• For the project, the routes are divided into 12 clusters based out of major city centres, such as Patna, Secundrabad, Bengaluru, Jaipur, Prayagraj, Howrah, Chennai, Chandigarh, and two each for Delhi and Mumbai.
    How many trains will the private players operate and when?
  • For the project, the routes are divided into 12 clusters based out of major city centres, such as Howrah, Patna, Delhi. (File) Each cluster is an independent business project, inviting a private player to manage.
  • The indicative project cost of the Delhi-2 cluster is Rs 2,329 crore. It has 12 origin-destination pairs as routes, and the average distance of the routes is around 925 km.

 Each cluster has an indicative project cost and average train distance of 900-1052km.

How many trains will the private players operate and when?

  • The bidding process will conclude by the end of this financial year. After that, the first set of 12 trains is estimated to roll out by 2022-23, thereafter 45 trains in 2023-2024, 50 in 2025-26, and finally the remainder 44 in 2026-27.

What kind of companies are expected to run the trains?

  • Any company with a minimum net worth of Rs 1165 crore in the last financial year can apply. This is different for different clusters depending on how much Railways estimates a cluster is worth.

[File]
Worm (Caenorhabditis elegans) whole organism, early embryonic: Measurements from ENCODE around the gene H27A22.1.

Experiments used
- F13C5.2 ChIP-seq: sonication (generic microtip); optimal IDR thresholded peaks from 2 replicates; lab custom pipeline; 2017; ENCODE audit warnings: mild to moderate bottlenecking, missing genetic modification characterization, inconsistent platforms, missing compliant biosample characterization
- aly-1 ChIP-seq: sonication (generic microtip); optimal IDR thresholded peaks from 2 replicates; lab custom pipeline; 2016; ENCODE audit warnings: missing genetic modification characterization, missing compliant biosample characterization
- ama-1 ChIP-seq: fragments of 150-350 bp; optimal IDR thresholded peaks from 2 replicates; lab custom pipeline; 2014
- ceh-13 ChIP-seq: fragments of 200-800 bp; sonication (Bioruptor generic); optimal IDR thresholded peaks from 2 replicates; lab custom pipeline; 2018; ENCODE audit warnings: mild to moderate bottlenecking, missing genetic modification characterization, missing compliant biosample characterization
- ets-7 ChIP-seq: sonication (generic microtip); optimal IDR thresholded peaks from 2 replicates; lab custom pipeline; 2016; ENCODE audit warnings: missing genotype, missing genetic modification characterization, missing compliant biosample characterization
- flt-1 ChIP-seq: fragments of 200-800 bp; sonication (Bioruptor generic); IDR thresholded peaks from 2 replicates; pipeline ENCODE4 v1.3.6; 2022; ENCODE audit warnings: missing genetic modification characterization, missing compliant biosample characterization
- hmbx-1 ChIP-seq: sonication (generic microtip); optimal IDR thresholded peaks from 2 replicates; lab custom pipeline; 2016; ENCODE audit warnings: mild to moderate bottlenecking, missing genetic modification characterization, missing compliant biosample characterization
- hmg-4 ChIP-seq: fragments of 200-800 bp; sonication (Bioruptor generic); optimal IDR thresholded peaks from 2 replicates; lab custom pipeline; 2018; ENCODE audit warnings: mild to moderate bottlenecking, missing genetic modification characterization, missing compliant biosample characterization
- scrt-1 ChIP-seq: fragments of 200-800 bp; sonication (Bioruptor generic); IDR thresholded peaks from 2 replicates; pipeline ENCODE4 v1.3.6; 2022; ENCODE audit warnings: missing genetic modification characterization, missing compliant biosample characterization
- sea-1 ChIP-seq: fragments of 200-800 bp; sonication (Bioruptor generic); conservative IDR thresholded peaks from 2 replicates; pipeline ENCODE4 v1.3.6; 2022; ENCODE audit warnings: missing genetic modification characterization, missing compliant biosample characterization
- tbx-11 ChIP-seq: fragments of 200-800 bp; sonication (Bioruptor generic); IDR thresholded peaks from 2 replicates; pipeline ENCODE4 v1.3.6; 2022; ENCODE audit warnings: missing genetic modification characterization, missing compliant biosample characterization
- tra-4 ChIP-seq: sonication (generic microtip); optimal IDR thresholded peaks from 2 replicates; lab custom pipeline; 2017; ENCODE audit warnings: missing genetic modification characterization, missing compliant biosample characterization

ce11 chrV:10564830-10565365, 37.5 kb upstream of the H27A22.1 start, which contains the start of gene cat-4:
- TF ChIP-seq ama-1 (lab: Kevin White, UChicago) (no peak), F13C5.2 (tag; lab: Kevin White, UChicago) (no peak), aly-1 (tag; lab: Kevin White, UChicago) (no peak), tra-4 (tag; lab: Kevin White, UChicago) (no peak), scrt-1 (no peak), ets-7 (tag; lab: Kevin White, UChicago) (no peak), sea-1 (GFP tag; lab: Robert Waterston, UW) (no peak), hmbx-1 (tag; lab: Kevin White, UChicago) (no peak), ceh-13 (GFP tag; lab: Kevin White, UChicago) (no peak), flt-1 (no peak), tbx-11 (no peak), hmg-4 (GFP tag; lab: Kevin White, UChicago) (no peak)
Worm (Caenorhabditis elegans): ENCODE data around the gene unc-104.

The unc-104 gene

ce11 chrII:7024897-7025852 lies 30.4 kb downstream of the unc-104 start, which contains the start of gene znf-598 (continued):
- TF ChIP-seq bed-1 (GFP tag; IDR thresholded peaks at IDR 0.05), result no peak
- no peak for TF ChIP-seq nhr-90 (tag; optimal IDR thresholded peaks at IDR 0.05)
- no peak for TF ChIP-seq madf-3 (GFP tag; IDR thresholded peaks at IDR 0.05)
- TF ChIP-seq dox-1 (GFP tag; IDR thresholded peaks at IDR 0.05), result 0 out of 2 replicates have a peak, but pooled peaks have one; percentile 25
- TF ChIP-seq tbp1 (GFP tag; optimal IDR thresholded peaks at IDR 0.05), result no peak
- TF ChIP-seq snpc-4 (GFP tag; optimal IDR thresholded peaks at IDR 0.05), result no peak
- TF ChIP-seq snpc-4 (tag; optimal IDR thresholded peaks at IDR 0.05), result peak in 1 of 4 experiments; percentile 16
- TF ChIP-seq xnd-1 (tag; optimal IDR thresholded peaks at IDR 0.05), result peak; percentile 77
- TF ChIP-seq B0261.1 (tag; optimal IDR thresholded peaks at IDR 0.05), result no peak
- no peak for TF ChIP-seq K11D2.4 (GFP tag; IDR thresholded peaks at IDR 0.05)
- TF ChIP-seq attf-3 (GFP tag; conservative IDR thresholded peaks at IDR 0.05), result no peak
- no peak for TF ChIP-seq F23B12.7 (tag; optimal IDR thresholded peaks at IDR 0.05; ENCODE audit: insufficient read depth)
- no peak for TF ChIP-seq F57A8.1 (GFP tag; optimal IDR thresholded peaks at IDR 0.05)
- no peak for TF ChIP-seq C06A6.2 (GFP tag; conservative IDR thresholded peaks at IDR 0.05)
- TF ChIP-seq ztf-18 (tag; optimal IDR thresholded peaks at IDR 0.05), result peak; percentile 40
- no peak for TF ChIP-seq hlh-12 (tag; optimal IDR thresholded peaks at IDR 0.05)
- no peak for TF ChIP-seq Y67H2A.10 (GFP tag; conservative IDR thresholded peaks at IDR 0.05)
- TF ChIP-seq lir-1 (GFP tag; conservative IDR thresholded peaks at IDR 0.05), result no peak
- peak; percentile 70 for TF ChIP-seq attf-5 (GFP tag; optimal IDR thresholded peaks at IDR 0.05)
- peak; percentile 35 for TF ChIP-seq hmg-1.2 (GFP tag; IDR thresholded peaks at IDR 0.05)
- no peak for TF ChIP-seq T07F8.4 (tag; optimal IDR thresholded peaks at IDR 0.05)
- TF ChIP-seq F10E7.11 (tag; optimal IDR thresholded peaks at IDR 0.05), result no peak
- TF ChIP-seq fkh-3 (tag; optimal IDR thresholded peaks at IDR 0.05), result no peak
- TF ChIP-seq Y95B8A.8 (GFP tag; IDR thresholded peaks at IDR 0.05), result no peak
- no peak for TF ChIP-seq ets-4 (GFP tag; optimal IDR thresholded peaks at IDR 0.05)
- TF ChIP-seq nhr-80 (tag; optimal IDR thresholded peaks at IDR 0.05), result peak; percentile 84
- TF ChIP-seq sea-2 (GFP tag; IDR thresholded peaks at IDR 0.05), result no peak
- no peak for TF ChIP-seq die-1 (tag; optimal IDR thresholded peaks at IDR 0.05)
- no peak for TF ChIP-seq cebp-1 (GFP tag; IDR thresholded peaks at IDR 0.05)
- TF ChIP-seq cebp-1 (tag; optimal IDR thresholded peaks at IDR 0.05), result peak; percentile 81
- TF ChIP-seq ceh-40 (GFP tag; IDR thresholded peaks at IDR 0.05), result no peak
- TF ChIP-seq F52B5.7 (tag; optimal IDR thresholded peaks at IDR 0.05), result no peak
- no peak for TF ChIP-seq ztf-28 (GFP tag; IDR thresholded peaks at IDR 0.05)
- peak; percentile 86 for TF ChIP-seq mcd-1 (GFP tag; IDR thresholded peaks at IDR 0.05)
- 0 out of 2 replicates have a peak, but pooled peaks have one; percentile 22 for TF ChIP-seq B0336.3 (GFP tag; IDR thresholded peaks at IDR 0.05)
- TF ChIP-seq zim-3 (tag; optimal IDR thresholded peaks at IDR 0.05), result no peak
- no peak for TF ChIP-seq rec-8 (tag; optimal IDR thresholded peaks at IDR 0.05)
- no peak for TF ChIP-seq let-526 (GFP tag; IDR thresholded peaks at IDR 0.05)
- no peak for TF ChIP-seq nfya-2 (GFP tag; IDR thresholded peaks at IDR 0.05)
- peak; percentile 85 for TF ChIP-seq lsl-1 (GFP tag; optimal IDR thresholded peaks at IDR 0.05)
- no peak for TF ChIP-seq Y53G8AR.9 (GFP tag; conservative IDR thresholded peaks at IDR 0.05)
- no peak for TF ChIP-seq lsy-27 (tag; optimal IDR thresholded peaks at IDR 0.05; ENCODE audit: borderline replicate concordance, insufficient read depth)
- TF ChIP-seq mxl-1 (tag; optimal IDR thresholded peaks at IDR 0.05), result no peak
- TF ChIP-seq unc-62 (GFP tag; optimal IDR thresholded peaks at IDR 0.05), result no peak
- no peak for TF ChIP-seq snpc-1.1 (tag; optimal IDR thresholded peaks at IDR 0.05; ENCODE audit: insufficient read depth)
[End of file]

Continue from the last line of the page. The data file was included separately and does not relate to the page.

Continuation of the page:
• But the range is between Rs 1,165 crore and Rs 1,600 crore. There is no bar on the number of clusters a company can bid for. Companies can also bid as consortiums.

What kind of service is expected from private trains?

  • The trains have to be technologically superior to what Indian Railways has. They have to run at a maximum speed of 160 kmph. They can be either trainsets (like the Vande Bharat) or hauled by locomotives.
  • They have to satisfy all safety preconditions on the Indian network. They have to be certified by bona fide certifying agencies. Each train will have a minimum of 16 coaches and the maximum length of trains permitted on any route. They will undergo trials in India before commercial rollout.
  • As for on-board services and tickets, the private operator has a free hand. It can decide the price of its services and what kind of add-on facilities it wants to provide. It has all the freedom to earn from fares as well as non-fare revenue. It will create its client base depending on its business model.